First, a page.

This is a brief overview of information about technology-based interventions, taken from the Autism CRC report, Interventions for children on the autism spectrum: A synthesis of research evidence (Autism Interventions Evidence Report).

There are seven other category overviews available to help people learn about different interventions and their research evidence. To understand the information in its full context, we encourage you to access the full report.

Why are technology-based interventions supposed to support children's development?

Technology-based interventions predominantly use computer technology as the primary medium of intervention delivery. The theoretical underpinnings differ across practices, but generally centre on the premise that children on the autism spectrum may have an affinity with technology due to behavioural characteristics that are often observed in this population1,2.

For example, computerised technology may reduce the social demands of an intervention, complement a special interest a child may have in computers, and/or provide consistency in instruction that aligns with a child’s preference for routine and sameness. These differences in intervention delivery may make learning through this modality equally, or even more, effective than via solely human interaction1,2.

How are these interventions used in clinical practice?

Kientz, Goodwin, Hayes, and Abowd3 proposed eight categories of technology-based interventions:

  • personal computers and the internet;
  • video and multimedia;
  • mobile technologies;
  • shared active surfaces;
  • virtual reality and augmented reality;
  • sensor based and wearables;
  • robotics; and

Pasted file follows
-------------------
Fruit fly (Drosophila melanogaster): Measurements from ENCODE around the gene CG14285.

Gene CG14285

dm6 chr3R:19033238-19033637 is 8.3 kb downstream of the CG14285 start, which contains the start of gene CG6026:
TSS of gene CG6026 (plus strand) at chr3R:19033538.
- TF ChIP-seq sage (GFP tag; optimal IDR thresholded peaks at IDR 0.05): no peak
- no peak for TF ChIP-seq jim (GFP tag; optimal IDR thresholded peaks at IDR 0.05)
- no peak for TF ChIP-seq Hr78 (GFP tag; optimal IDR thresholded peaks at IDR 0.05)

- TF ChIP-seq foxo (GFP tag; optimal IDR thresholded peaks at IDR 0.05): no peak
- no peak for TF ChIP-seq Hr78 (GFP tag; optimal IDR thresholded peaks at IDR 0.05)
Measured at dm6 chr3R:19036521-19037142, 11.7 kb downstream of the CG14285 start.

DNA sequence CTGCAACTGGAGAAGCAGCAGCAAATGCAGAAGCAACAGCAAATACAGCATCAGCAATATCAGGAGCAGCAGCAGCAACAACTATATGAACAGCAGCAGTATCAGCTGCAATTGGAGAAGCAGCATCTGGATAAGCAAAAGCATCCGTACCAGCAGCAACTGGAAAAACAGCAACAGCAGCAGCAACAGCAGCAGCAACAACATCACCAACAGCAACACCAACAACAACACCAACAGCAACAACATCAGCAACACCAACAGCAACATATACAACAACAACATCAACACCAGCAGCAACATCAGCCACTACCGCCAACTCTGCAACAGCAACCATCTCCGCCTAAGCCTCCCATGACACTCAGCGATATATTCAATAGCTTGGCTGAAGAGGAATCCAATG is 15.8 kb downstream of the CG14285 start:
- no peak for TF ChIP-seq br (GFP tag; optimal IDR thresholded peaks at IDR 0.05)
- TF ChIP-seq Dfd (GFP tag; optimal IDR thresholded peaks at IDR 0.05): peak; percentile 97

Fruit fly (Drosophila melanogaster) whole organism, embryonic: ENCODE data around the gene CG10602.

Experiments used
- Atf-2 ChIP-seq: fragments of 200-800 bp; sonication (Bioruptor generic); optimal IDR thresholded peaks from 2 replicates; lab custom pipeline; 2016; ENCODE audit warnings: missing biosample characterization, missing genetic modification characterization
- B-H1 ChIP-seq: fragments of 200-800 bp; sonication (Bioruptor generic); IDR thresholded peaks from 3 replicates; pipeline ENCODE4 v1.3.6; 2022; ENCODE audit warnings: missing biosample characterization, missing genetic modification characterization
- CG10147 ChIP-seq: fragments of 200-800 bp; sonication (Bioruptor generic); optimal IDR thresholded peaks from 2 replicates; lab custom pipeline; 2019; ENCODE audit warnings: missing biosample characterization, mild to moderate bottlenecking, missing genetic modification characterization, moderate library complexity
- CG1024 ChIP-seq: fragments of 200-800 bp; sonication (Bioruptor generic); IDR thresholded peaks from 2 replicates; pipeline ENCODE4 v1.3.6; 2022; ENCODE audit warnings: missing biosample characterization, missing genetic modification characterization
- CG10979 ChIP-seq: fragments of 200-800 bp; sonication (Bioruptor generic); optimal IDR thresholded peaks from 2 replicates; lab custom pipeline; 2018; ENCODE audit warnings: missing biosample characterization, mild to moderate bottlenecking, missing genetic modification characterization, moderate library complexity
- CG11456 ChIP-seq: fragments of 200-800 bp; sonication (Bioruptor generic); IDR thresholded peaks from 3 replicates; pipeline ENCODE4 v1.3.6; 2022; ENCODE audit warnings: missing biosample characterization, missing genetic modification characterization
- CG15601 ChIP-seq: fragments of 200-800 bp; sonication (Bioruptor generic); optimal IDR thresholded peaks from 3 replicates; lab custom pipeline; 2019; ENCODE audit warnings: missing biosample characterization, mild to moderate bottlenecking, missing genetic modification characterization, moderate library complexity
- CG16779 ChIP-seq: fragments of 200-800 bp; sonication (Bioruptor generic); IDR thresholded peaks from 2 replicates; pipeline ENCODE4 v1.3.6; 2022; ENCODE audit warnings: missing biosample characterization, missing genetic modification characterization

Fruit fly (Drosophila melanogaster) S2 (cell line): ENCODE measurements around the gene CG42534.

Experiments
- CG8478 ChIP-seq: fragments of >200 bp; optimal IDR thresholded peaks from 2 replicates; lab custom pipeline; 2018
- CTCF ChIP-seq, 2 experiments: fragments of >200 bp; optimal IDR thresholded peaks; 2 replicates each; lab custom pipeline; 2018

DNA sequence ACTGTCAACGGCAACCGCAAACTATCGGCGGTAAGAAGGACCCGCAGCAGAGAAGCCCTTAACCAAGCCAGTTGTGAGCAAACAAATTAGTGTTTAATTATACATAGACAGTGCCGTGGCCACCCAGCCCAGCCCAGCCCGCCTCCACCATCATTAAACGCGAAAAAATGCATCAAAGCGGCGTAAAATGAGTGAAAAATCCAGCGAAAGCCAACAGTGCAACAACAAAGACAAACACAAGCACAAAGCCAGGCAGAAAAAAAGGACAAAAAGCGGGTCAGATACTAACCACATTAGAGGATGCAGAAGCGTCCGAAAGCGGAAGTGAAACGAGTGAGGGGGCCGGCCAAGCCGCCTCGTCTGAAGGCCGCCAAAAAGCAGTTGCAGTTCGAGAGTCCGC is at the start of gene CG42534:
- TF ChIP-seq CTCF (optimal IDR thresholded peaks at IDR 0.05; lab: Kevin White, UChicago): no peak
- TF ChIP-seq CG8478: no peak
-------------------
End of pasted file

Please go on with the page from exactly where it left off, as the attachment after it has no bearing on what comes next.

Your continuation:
• natural user interfaces.

These technologies may be used by children independently (e.g., to complete online social skills training), to support daily activities (e.g., using video modelling as one of several practices aimed at teaching dressing skills), or as an alternative modality for interacting with people (e.g., avatar based interaction in online environments).

The development of interventions in this category has occurred broadly in parallel with the emergence of these technologies in society more generally, and has included the use of mainstream technologies as well as bespoke applications3.

For the purpose of this review, augmentative and alternative communication interventions were included in this category, with the exception of the Picture Exchange Communication System which is based primarily on behavioural principles. Augmentative and alternative communication interventions include both low-tech (e.g., picture boards) and high-tech (tablet-based communication apps) systems that are external to the person’s body, which aligns with the classification as technology-based intervention. However, it is noted that augmentative and alternative communication also includes unaided gesture and sign language, which do not align well with this category classification.